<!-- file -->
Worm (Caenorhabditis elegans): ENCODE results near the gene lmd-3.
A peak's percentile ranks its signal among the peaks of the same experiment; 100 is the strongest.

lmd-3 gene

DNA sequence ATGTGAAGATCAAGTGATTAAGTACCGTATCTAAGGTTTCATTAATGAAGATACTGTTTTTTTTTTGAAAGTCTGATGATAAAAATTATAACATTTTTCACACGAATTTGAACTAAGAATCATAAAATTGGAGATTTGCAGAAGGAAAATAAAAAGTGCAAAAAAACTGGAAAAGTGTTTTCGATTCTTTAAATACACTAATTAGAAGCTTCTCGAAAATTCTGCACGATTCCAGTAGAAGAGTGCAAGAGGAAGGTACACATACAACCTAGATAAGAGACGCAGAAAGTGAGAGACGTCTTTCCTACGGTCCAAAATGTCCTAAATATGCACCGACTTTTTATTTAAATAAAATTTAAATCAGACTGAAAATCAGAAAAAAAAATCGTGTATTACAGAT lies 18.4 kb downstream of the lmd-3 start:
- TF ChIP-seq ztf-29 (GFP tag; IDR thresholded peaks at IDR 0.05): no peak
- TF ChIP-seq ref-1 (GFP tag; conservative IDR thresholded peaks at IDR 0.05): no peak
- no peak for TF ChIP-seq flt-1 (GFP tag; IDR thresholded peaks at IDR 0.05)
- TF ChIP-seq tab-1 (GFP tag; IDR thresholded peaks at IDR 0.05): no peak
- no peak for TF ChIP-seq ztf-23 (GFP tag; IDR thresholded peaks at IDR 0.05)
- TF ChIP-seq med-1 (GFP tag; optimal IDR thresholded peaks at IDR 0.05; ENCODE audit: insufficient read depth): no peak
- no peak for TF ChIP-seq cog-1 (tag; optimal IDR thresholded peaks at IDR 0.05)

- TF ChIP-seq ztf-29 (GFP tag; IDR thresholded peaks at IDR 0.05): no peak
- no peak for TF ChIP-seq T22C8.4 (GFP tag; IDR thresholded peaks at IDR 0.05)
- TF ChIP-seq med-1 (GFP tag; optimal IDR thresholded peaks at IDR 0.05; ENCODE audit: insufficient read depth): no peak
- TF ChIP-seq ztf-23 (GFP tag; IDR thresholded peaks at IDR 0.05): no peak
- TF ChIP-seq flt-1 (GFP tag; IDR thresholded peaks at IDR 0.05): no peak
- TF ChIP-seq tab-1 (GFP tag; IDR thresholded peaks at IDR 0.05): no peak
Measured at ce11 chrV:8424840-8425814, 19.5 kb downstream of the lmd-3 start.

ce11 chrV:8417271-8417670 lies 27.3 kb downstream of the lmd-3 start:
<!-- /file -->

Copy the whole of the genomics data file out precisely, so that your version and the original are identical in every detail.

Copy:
Worm (Caenorhabditis elegans): ENCODE results near the gene lmd-3.
A peak's percentile ranks its signal among the peaks of the same experiment; 100 is the strongest.

lmd-3 gene

DNA sequence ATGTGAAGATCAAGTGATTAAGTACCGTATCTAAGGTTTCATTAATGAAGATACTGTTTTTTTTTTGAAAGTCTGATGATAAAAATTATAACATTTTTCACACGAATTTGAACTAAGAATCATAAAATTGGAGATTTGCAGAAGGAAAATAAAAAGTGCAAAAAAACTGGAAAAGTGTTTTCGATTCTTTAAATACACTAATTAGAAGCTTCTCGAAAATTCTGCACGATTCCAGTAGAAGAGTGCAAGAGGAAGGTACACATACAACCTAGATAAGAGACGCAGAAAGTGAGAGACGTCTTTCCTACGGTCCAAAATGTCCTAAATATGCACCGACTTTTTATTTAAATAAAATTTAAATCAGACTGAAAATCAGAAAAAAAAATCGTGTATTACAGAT lies 18.4 kb downstream of the lmd-3 start:
- TF ChIP-seq ztf-29 (GFP tag; IDR thresholded peaks at IDR 0.05): no peak
- TF ChIP-seq ref-1 (GFP tag; conservative IDR thresholded peaks at IDR 0.05): no peak
- no peak for TF ChIP-seq flt-1 (GFP tag; IDR thresholded peaks at IDR 0.05)
- TF ChIP-seq tab-1 (GFP tag; IDR thresholded peaks at IDR 0.05): no peak
- no peak for TF ChIP-seq ztf-23 (GFP tag; IDR thresholded peaks at IDR 0.05)
- TF ChIP-seq med-1 (GFP tag; optimal IDR thresholded peaks at IDR 0.05; ENCODE audit: insufficient read depth): no peak
- no peak for TF ChIP-seq cog-1 (tag; optimal IDR thresholded peaks at IDR 0.05)

- TF ChIP-seq ztf-29 (GFP tag; IDR thresholded peaks at IDR 0.05): no peak
- no peak for TF ChIP-seq T22C8.4 (GFP tag; IDR thresholded peaks at IDR 0.05)
- TF ChIP-seq med-1 (GFP tag; optimal IDR thresholded peaks at IDR 0.05; ENCODE audit: insufficient read depth): no peak
- TF ChIP-seq ztf-23 (GFP tag; IDR thresholded peaks at IDR 0.05): no peak
- TF ChIP-seq flt-1 (GFP tag; IDR thresholded peaks at IDR 0.05): no peak
- TF ChIP-seq tab-1 (GFP tag; IDR thresholded peaks at IDR 0.05): no peak
Measured at ce11 chrV:8424840-8425814, 19.5 kb downstream of the lmd-3 start.

ce11 chrV:8417271-8417670 lies 27.3 kb downstream of the lmd-3 start: